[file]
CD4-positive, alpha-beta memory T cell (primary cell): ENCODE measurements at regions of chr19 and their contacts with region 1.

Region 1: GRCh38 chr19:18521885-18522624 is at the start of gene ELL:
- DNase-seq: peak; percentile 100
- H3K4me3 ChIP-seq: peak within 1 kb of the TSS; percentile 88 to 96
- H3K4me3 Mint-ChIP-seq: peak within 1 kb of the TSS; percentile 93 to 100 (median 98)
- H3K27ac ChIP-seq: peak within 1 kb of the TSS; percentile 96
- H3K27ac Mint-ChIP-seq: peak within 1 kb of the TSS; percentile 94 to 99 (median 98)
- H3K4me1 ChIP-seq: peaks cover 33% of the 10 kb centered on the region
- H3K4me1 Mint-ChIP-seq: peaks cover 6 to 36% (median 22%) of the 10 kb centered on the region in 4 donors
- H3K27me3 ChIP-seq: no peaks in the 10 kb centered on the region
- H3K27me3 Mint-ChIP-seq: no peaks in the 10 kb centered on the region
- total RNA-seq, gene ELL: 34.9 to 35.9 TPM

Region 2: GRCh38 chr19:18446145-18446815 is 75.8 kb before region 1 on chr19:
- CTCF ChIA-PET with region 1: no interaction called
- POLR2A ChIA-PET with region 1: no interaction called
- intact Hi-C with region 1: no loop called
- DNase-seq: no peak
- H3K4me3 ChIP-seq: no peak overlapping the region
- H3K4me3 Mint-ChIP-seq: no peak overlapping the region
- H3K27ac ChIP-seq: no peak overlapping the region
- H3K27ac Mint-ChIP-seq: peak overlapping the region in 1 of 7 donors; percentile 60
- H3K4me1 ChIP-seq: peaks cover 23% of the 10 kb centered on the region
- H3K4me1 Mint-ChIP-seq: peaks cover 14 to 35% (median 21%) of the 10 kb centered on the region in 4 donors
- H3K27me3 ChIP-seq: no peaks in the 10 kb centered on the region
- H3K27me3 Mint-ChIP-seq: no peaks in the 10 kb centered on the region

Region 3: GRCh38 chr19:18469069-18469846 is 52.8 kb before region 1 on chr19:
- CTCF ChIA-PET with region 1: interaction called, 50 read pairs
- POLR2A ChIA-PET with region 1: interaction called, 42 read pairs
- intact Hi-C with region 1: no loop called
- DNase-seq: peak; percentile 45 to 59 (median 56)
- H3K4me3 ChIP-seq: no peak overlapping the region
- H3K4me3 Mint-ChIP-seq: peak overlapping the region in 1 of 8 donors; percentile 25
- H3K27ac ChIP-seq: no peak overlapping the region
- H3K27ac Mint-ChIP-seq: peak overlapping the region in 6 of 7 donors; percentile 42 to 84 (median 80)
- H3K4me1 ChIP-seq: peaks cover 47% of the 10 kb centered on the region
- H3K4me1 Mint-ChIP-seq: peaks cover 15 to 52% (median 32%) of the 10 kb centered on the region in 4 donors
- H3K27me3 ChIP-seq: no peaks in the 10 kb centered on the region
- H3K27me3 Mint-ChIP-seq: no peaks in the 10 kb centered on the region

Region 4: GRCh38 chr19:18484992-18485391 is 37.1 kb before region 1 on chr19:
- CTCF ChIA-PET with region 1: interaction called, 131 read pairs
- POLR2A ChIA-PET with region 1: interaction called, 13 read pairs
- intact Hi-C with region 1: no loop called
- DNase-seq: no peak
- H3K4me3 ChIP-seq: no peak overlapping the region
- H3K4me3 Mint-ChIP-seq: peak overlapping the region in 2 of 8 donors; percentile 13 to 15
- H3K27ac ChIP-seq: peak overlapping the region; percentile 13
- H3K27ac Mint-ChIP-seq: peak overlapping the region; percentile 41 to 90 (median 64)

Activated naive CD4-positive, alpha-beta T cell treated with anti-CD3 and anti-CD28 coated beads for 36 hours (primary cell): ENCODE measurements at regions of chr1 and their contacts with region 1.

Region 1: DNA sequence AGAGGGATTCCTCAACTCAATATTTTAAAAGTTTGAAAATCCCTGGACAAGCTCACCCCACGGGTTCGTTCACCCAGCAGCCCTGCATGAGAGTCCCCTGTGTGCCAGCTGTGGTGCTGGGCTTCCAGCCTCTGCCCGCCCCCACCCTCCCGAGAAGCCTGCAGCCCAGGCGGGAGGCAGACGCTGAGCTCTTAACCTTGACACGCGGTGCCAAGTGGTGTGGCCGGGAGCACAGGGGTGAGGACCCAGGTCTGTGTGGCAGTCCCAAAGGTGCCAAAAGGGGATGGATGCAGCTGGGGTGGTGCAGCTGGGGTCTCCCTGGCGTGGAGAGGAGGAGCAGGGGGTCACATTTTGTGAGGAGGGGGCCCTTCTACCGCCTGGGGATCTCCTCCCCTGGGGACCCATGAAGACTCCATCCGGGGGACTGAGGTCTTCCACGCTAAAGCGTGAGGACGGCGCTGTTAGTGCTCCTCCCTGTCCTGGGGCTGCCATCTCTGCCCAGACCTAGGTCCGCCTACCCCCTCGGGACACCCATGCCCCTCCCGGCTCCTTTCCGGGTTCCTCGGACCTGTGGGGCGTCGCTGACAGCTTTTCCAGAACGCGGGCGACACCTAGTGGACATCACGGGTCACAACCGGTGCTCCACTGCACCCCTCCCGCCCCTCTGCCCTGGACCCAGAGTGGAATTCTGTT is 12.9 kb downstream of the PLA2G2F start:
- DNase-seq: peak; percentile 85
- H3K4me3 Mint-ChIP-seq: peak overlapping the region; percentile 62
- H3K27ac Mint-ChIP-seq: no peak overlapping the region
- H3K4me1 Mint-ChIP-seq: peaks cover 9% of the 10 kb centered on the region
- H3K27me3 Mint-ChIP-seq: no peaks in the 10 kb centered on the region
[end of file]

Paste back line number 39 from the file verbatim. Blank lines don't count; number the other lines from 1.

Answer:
Region 4: GRCh38 chr19:18484992-18485391 is 37.1 kb before region 1 on chr19: